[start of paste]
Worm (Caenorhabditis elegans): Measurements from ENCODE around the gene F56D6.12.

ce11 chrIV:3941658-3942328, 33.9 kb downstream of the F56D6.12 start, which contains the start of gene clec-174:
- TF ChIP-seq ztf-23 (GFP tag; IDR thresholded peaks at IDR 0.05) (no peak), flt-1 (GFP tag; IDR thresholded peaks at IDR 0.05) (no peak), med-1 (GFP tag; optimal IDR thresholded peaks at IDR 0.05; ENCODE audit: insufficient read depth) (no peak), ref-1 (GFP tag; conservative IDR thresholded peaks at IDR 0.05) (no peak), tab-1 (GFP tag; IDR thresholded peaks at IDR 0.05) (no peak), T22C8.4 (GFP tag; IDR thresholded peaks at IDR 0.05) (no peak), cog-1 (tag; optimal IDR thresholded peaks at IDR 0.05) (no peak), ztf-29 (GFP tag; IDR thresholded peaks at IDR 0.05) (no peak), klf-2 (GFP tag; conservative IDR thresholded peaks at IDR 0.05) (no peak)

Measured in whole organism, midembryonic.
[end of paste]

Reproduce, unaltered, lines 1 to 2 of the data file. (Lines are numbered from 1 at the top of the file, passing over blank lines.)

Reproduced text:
Worm (Caenorhabditis elegans): Measurements from ENCODE around the gene F56D6.12.

ce11 chrIV:3941658-3942328, 33.9 kb downstream of the F56D6.12 start, which contains the start of gene clec-174: